SUBJECT OF SPRING EXHIBITION AT THE TAMPA MUSEUM OF ART
(October 1, 2012-Tampa, FL) The Tampa Museum of Art will host a once-in-a-generation exhibition of American masterpieces from The Phillips Collection from February 2 through April 28, 2013. To See as Artists See: American Art from The Phillips Collection presents 105 paintings by seventy-five artists that trace the course of American painting from the 1850s through the 1960s. Artists included in the exhibition are Winslow Homer, John Singer Sargent, Thomas Eakins, Childe Hassam, John Sloan, Rockwell Kent, Georgia O’Keeffe, Edward Hopper, Stuart Davis, Jacob Lawrence, Jackson Pollock, Clyfford Still, and Mark Rothko. The exhibiton takes its title from an oft quoted line from Duncan Phillips’ own writing on art, “All of us can acquire eyes wherewith to see the world as artists see it, variously, selectively, intellectually or emotionally, in full possession of the latent capacity for seeing nature in pictures and pictures in nature.”
To See as Artists See is the first large-scale, traveling presentation of the Phillips’s celebrated collection of American art, chronicling the broad scope and richness of its holdings. The exhibiton had its premiere in Museo d’Arte Moderna e Contemporanea di Trento e Rovereto, Italy, then traveled to the Fundación MAPFRE, Madrid, Spain, and National Art Center Tokyo, Japan. It has been shown at only two U.S. venues: The Frist Center for the Visual Arts, Nashville, Tennessee, and the Amon Carter Museum of American Art, Fort Worth, Texas. Tampa Museum of Art Executive Director, Todd D. Smith remarked, “The Tampa presentation will be the final showing of this spectacular collection before it is returned to Washington. It will be celebrated with a homecoming exhibition at the Phillips in 2014.”
The exhibition unfolds in ten thematic groups:
Romanticism and Realism (Works by Thomas Eakins, Edward Hicks, Winslow Homer, George Inness, and Albert Pinkham Ryder)
Impressionism (Works by Childe Hassam, Ernest Lawson, Maurice Prendergast, Theodore Robinson, and John Henry Twachtman);
Forces in Nature (Works by Marsden Hartley, Rockwell Kent, John Marin, Harold Weston, and others);
Nature and Abstraction (Works by Arthur Dove, Hartley, Kent, Marin, Georgia O’Keeffe, Augustus Vincent Tack, and Max Weber);
Modern Life (Works by Robert Henri, Edward Hopper, Walt Kuhn, George Luks, Guy Pène du Bois, and others);
The City (Works by Ralston Crawford, Hopper, Marin, Charles Sheeler, John Sloan, and others);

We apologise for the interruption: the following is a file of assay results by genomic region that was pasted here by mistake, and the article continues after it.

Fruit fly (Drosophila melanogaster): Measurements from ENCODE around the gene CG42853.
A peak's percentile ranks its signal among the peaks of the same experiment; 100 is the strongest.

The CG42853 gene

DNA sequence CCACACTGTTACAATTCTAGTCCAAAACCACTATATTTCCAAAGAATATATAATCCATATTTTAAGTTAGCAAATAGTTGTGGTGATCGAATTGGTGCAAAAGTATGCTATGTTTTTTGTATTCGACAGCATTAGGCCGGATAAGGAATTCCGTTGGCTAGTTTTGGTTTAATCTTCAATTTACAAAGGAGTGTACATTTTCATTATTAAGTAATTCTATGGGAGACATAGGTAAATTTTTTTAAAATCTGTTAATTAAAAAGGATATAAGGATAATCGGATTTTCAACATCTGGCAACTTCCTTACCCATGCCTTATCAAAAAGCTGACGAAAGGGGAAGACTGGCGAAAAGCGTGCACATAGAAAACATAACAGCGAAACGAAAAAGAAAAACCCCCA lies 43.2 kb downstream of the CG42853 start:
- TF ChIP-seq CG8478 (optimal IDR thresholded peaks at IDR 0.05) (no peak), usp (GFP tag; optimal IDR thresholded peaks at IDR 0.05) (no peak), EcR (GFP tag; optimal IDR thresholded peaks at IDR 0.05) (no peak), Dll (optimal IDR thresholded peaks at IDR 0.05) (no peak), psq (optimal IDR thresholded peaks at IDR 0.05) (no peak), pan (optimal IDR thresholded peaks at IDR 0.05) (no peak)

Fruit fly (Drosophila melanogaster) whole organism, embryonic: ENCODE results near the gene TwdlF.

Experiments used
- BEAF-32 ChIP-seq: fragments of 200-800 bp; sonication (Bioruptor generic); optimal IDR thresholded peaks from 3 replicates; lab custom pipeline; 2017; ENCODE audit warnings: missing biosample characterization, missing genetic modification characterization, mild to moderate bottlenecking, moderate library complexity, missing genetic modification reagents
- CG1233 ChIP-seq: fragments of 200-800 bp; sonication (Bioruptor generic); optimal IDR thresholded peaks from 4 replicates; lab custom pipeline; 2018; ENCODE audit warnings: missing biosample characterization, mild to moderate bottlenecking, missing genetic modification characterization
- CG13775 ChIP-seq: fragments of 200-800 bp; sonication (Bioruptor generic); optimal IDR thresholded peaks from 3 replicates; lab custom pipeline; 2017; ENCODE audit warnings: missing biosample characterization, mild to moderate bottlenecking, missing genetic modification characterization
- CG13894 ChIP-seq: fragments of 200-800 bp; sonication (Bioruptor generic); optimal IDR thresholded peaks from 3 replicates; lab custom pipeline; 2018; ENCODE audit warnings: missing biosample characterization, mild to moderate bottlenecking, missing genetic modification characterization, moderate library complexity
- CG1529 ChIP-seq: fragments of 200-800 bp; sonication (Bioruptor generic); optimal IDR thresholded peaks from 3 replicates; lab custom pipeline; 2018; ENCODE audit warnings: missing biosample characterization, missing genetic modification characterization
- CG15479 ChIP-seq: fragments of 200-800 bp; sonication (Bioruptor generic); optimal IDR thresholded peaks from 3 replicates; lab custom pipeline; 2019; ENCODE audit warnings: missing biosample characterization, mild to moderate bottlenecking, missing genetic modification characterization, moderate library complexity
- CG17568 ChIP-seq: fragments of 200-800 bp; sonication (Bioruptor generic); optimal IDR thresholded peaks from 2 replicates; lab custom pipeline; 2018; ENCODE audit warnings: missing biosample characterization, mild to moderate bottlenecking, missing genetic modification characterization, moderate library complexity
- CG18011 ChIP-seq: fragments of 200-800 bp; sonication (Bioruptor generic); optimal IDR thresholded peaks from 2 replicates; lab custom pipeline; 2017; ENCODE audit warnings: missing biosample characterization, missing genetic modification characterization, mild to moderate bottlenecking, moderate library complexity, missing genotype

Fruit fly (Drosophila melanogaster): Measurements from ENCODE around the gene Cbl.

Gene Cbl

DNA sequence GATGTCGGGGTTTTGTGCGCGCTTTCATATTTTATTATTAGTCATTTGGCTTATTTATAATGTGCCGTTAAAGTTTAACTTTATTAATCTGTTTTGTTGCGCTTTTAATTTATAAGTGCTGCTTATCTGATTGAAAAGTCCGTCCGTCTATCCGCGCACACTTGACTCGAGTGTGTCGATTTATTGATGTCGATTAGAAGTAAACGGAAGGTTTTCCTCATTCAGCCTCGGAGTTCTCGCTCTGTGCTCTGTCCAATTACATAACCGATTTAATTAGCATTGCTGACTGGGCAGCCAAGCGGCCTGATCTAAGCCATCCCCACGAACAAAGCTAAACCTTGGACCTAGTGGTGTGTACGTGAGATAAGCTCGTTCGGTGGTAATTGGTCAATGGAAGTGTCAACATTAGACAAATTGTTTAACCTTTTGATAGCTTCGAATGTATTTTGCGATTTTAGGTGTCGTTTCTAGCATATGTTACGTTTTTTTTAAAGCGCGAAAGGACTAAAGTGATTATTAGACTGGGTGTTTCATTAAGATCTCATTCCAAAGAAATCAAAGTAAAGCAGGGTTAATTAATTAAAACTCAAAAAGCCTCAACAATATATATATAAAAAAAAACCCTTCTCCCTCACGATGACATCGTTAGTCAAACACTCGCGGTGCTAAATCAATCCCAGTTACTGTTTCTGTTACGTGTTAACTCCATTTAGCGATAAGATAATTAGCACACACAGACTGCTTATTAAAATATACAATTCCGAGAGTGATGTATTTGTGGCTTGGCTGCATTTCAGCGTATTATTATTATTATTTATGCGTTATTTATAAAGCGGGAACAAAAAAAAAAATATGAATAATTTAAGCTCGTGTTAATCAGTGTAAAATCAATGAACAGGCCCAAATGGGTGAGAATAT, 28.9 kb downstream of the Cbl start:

Memory and Identity (Works by Yasuo Kuniyoshi, Jacob Lawrence, Grandma Moses, and Horace Pippin);
Legacy of Cubism (Works by Ilya Bolotowsky, Stuart Davis, John Graham, Karl Knaths, Marin, and others);
Transition to Abstract Expressionism (Works by Milton Avery, Alexander Calder, Morris Graves, Alfonso Ossorio, and Jackson Pollock); and
Abstract Expressionism (Works by Richard Diebenkorn, Helen Frankenthaler, Adolf Gottlieb, Philip Guston, Robert Motherwell, Mark Rothko, and Clyfford Still).
About the Phillips Collection
Founded by Duncan Phillips in 1918, The Phillips Collection in Washington, D.C., opened to the public in 1921 as America’s first museum of modern art. An astute collector, Phillips assembled much of his collection by patronizing contemporary artists, often buying a representative selection of their work. With the collection’s growth, in 1930 Phillips chose to give over the entire 1896 house built by his parents to the museum, allowing visitors to encounter the art within the intimate spaces of his boyhood home.
Phillips develeped an amazing eye for building a collection that was based on a vision that arose from deeply felt personal experience and was informed by a lifetime of search and study. Before the great histories of modern art were written, before there was a Museum of Modern Art or a National Gallery of Art, Phillips sought out with astonishing success the works of Impressionist and modernist masters. And he alone among his collecting peers assembled works with such a pointedly public mission, wanting from the start to share with the public the experiences of great works of art in circumstances that were personal and intimate. This exhibition tells the story of modern American art from the viewpoint of a profoundly prescient eye. The late Robert Hughes, former art critic for Time magazine, put it this way: “Everyone who loves early modern art loves The Phillips Collection and envies Washington for having it.”
ABOUT THE TAMPA MUSEUM OF ART
The Tampa Museum of Art opened its new award-winning home in 2010 with a commitment to providing innovative public programs with a strong focus on modern and contemporary art. The Museum balances a growing collection with a dynamic annual schedule of special exhibitions. It is the region’s largest museum devoted to art of our time and has built a reputation for embracing contemporary photography and new media. The Museum’s 14,000-square-foot LED installation on its façade [Leo Villareal’s Sky (Tampa)] has become an iconic image for the city of Tampa. Since its founding in 1979, the Museum has been dedicated to providing quality education to students and adults, with more than half of its programs offered free of charge. The Museum is home to Sono Café a Slow Food movement café overlooking the Hillsborough River, and has emerged as Tampa’s premiere venue for special events.
GENERAL HOURS AND ADMISSION
The Museum opens daily at 11 a.m. Hours of operation are Monday, Tuesday, Wednesday and Thursday from 11 a.m. – 7 p.m.; Fridays from 11 a.m. – 8 p.m.; and Saturday and Sunday from 11 a.m. – 5 p.m. General admission prices are: adult $10; seniors, groups, military plus one guest $7.50; students $5; and children ages 6 and under free-of-charge. A-pay-what-you-will fee structure is offered every Friday from 4 p.m. – 8 p.m. The Museum’s address is 120 Gasparilla Plaza Tampa, FL 33602